101 of Network Performance


By Rufat Ibragimov

Looking to build a high performance NAS storage? The gateway to success would be using a high-speed network at the core of the system. Let’s round up the key elements we need to consider when designing the optimal network infrastructure.

Let’s start with hardware and general recommendations. For implementing NAS, we need to use 10GbE, 25GbE, 40GbE or 100GbE network interfaces. As for clients, they connect to the interfaces depending on required throughput. More often than not, clients are connected with the 1Gb or 10Gb channel.

Due to a lucrative price-to-performance ratio, network adapters and 10GB speed commutators post the top market ratings and create solid demand in the industry. However, a growing number of clients switch to 25GbE, 40GbE and even 100GbE. At this point, there a just a few companies with NAS offering that recommend optional use of 40Gb and 100Gb interfaces. RAIDIX is among these few.

While using high-performance interfaces on the NAS side, it’s crucial to employ kernel level networking enabling the commutator to provide access to clients. The commutator’s internal throughput should be sufficient to process all connections. If it turns out lesser that the bandwidth of all connection ports, such a commutator will most likely become a bottleneck when operating with multiple clients. This is why it’s key to peruse commutator specification and pay specific attention to the Switching Capacity parameter.

An essential condition for achieving high speeds on file access is the use of the latest SMB, NFS and other protocols. SMB 3.0, for one, delivers multi-session and RDMA support – the features that accelerate performance by a factor of two, as revealed by some independent tests. For correct RDMA functioning, we need to use appropriate network adapters.

Those equipped with TCP Offload function will definitely do a lot of good. This feature helps to lift the load off CPU, thus increasing overall performance. Ideally, such adapters are used on the NAS side as well as the client side.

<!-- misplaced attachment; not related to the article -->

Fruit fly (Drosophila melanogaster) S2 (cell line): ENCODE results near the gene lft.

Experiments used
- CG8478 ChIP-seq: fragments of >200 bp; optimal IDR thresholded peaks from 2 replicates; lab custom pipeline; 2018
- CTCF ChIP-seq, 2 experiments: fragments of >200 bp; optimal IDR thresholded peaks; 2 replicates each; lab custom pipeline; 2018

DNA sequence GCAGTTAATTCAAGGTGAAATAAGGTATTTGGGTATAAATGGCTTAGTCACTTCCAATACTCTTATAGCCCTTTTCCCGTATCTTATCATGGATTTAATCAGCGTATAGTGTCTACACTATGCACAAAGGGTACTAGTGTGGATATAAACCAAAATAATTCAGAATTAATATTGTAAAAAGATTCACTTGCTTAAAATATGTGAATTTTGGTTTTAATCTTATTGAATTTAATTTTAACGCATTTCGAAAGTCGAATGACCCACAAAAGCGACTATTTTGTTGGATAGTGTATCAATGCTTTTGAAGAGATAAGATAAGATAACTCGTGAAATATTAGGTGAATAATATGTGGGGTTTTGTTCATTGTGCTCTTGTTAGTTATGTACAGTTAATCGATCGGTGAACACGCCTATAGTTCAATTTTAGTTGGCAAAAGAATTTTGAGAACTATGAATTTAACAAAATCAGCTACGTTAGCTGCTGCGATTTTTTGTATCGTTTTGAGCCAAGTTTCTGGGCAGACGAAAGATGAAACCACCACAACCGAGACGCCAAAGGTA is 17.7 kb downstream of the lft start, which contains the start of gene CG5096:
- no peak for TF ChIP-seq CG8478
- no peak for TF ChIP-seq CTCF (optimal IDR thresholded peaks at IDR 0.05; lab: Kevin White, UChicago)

Now that we arranged the hardware issues, let’s talk configuration. For all OS and commutators without exception, it’s necessary to provide MTU 9000 or higher, depending on hardware and manufacturer recommendations.

Next, we move on to configuring the TCP/IP stack. Let’s start with the Linux settings:

Turn off TCP timestamps for better CPU utilization

sysctl -w net.ipv4.tcp_timestamps=0

Turn on TCP selective acks for improved throughput

sysctl -w net.ipv4.tcp_sack=1

Increase maximum input length of the processor

sysctl -w net.core.netdev_max_backlog=250000

Increase default buffer size and maximum buffer size for TCP

sysctl -w net.core.rmem_max=4194304;

sysctl -w net.core.wmem_max=4194304

sysctl -w net.core.rmem_default=4194304

sysctl -w net.core.wmem_default=4194304

sysctl -w net.core.optmem_max=4194304

Increase auto-tuning buffer limits for TCP connections

sysctl -w net.ipv4.tcp_rmem=»4096 87380 4194304″

sysctl -w net.ipv4.tcp_wmem=»4096 65536 4194304″

Turn on the TCP features

Since different adapters require different settings, we first check which TCP offload options are supported by the “ethtool -k —show-offload eth0” adapter, and then perform their configuration.

As for Windows, it’s easy as pie. All settings are adjusted automatically and dynamically. The only special recommendation here is to turn on TCP Offload on the network adapter driver, and the OS will do the rest.